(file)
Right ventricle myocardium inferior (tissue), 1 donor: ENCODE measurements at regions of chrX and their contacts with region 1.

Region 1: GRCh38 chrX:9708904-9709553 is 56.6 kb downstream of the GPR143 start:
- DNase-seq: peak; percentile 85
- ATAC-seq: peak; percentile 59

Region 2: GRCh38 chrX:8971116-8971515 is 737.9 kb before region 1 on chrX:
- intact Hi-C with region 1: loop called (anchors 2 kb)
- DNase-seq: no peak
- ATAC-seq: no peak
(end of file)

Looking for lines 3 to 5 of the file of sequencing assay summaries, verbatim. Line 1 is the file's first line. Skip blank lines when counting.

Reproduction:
- DNase-seq: peak; percentile 85
- ATAC-seq: peak; percentile 59

Region 2: GRCh38 chrX:8971116-8971515 is 737.9 kb before region 1 on chrX: